But the thrust of the conversation was women: their appearance, whether they are “pigs,” the discussion of various conquests. I’m not going to spell them all out here, but the discourse is demeaning and misogynist, and it can’t just be dismissed as a joke.

Somehow, this chat became public, screen shots that made the rounds even after Leipsic deleted his account. Which brings us to the apology, which Leipsic posted on Twitter. It begins: “Yesterday my friend’s Instagram account was hacked and an individual circulated images that are representative of private conversations I was a part of.”

Kudos for not denying them, I suppose? But consider the shape of his contrition. It starts, quite clearly, with Leipsic trying to paint himself as the victim, some version of, “If some idiot hadn’t hacked my friend’s account, I wouldn’t be in this mess.”

Let him finish out the rest of his note before we pick it apart further.

“I fully recognize how inappropriate and offensive these comments are and sincerely apologize to everyone for my actions. I am committed to becoming a better person by taking time to determine how to move forward in an accountable, meaningful way. I am truly sorry.”

There’s some good there, perhaps something to build on, particularly the bit about moving forward and being accountable. But you know what’s not included: a mention, even indirectly, of any of the women who were objectified and demeaned in the conversation.

This isn’t the first – or likely the last – apology from an athlete or a celebrity that takes this approach. Maybe it seems like a blanket I’m-sorry-to-whoever-I-offended tact makes sure all the bases are covered.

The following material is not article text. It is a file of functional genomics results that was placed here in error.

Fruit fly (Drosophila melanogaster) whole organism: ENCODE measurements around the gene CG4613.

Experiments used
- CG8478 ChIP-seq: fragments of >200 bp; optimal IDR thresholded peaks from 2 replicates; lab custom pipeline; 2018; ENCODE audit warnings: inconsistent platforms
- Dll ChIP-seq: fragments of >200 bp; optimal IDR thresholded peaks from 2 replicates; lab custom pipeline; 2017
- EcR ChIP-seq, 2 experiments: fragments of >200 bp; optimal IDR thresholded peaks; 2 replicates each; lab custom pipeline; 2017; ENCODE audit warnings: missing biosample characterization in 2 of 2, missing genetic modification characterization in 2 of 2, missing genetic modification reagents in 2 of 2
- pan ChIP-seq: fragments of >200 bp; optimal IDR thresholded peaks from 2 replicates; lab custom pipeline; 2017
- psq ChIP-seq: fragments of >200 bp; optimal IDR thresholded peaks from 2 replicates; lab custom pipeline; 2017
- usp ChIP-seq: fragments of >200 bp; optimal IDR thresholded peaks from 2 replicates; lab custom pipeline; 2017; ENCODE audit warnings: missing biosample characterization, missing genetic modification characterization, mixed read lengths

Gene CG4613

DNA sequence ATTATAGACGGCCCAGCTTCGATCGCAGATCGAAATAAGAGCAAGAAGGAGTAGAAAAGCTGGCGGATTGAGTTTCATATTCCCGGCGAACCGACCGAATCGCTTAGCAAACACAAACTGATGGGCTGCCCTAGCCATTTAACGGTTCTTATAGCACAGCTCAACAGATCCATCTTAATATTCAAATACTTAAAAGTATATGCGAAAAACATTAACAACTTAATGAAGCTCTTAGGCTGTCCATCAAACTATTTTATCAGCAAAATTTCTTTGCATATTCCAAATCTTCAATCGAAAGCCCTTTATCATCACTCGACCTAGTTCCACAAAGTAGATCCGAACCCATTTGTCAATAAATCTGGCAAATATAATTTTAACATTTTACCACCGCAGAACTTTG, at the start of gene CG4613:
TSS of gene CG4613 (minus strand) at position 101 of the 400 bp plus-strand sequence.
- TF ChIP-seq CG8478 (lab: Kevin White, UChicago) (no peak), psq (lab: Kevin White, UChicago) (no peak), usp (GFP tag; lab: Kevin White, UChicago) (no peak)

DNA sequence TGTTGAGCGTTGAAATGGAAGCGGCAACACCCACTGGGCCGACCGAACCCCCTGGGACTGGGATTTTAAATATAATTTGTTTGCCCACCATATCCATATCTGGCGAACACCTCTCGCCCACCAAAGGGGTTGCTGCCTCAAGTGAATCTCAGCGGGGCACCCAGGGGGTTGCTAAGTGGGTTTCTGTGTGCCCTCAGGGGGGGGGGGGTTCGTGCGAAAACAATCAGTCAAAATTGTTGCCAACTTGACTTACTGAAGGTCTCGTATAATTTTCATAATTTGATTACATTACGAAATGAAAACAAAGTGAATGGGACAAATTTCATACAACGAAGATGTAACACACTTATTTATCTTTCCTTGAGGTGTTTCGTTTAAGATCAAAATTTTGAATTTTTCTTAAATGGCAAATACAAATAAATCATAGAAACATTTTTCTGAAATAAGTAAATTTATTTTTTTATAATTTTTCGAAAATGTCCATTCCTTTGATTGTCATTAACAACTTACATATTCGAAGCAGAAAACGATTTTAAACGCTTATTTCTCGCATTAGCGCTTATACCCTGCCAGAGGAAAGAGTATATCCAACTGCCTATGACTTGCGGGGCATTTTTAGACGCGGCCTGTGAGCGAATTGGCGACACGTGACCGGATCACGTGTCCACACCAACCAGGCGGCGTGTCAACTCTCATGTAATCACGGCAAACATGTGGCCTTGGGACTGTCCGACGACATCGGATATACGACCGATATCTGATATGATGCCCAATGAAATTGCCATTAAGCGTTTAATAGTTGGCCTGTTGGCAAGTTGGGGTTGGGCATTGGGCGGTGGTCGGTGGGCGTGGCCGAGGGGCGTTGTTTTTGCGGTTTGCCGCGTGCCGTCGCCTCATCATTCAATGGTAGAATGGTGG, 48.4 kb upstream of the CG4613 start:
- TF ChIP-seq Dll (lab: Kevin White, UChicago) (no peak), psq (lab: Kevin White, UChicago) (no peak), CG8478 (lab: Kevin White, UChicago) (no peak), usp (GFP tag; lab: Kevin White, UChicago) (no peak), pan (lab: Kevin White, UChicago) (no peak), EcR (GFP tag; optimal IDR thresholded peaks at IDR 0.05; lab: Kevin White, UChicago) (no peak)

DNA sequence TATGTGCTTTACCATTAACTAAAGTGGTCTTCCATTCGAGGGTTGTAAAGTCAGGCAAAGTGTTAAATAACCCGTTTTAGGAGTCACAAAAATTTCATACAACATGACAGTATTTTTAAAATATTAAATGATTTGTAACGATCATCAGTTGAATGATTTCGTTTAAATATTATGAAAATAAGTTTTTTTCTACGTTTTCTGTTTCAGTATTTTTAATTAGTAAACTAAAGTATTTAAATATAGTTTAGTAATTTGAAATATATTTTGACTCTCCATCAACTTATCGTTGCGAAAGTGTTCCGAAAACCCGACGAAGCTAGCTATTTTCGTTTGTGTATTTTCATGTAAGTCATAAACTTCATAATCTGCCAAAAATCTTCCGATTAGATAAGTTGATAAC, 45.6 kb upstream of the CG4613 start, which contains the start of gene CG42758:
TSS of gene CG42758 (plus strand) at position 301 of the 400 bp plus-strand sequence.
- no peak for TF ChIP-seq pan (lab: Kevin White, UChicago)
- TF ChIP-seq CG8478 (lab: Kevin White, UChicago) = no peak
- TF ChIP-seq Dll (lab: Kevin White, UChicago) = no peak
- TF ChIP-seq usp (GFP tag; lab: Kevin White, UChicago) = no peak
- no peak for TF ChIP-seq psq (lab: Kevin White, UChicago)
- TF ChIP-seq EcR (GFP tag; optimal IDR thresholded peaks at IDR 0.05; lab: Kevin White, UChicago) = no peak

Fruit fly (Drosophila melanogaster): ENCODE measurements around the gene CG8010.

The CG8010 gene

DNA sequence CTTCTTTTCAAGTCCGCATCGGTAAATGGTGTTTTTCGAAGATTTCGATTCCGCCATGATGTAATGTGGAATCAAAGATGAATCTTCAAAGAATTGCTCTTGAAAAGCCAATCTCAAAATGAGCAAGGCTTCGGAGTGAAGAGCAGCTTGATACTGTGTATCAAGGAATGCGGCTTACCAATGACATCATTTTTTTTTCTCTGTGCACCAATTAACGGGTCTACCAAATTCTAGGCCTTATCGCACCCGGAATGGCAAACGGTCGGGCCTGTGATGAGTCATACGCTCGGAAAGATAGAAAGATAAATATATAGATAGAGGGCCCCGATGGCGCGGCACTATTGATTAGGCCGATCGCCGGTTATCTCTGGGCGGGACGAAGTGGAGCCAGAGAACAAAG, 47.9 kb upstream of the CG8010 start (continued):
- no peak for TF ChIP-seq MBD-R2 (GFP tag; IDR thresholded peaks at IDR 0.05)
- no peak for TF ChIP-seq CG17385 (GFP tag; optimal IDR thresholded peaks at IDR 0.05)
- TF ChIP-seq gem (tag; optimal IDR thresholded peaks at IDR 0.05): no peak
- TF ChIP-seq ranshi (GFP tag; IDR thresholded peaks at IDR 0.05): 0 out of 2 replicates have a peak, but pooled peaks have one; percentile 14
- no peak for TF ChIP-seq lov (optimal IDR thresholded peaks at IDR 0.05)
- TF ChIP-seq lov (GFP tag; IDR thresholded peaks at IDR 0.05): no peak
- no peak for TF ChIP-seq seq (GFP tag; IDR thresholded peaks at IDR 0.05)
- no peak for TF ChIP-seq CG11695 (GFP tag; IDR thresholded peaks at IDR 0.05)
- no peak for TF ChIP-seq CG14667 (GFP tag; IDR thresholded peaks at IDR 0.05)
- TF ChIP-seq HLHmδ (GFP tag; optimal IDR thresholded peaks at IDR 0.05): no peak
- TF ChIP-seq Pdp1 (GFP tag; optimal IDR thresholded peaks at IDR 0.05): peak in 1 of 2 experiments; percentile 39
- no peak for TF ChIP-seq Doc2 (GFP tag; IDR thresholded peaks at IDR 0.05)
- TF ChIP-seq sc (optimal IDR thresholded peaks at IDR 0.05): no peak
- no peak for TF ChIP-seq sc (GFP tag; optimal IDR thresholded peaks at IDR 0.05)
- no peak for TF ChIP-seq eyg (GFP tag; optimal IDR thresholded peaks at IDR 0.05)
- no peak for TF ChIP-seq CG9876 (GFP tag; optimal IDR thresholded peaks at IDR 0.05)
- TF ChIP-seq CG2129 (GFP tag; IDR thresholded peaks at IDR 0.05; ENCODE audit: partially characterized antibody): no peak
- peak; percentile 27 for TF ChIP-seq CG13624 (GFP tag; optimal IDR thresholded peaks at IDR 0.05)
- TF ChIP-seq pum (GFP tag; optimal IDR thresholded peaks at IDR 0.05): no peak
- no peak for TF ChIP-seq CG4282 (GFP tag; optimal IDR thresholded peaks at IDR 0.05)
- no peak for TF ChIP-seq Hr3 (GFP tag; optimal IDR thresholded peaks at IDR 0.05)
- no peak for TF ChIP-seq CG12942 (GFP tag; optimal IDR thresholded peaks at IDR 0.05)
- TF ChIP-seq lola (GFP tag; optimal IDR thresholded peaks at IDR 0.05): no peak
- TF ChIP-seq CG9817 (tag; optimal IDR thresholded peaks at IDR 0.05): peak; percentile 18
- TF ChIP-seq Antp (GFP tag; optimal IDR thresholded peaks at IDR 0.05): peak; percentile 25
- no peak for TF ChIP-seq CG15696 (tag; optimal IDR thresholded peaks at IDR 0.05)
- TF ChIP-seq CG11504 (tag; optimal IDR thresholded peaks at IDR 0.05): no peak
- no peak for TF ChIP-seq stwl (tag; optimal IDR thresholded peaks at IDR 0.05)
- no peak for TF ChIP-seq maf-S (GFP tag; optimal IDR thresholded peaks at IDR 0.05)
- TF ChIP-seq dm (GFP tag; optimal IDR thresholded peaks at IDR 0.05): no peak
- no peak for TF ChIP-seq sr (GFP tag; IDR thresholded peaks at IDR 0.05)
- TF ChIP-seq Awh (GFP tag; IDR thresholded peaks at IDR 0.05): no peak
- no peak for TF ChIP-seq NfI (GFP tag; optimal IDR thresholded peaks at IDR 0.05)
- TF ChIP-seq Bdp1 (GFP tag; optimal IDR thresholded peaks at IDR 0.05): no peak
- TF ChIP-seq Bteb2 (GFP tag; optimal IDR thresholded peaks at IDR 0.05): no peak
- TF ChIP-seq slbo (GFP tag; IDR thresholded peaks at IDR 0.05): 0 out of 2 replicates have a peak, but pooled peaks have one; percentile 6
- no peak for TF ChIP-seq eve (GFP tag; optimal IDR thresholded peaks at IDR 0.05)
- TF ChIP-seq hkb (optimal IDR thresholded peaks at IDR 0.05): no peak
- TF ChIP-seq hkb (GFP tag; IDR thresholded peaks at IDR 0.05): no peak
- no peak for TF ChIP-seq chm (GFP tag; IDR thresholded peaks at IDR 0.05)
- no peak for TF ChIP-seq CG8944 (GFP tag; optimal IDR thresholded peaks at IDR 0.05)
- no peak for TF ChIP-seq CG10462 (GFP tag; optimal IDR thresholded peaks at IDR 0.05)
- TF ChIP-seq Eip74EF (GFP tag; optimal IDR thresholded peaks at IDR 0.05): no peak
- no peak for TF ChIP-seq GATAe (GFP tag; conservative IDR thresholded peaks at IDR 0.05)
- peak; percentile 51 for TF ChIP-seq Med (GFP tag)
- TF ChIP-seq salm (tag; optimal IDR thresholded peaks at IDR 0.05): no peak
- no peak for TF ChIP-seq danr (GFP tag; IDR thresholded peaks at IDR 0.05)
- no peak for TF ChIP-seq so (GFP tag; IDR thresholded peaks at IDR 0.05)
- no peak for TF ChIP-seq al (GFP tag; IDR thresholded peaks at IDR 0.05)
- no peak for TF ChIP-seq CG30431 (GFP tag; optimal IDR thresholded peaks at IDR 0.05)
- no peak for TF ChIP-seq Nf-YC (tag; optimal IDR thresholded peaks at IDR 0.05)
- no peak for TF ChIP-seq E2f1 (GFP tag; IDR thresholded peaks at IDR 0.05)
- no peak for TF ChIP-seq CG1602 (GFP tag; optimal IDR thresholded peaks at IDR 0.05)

But in doing that, Leipsic – even as he includes the idea that he is committed to being a better person – doesn’t address what he did or said that was wrong, and who might have been hurt by that. There were specific women in this conversation who were disparaged. Addressing them would show an understanding that words can wound, and badly. The victims in these situations too often get overlooked. It wouldn’t be that hard to apologize not only to everyone, but to those who were specifically attacked.

The Capitals were discussing Thursday morning what to do with Leipsic, a conversation that involves all levels of the organization, from ownership to players. You may recall that just last summer, the Capitals had to decide how to handle Evgeny Kuznetsov after the star center tested positive for cocaine. When camp opened last fall, I wrote that Kuznetsov deserved support rather than scorn. If he had a problem, the team could help him overcome it, and it might be the jolt his career – and his life – needed.

Why does Leipsic not feel worthy of the same kind of support? It can’t just be that he’s a bit player who would be an unnecessary distraction should the NHL actually get to play at some point this summer. No, it’s more fundamental. In one exposed online conversation, Leipsic offended current and former teammates, joked about drugs, and treated women as playthings. There’s no explaining that away as a one-off mistake, not to the women he was commenting on nor to those he must interact with in the future.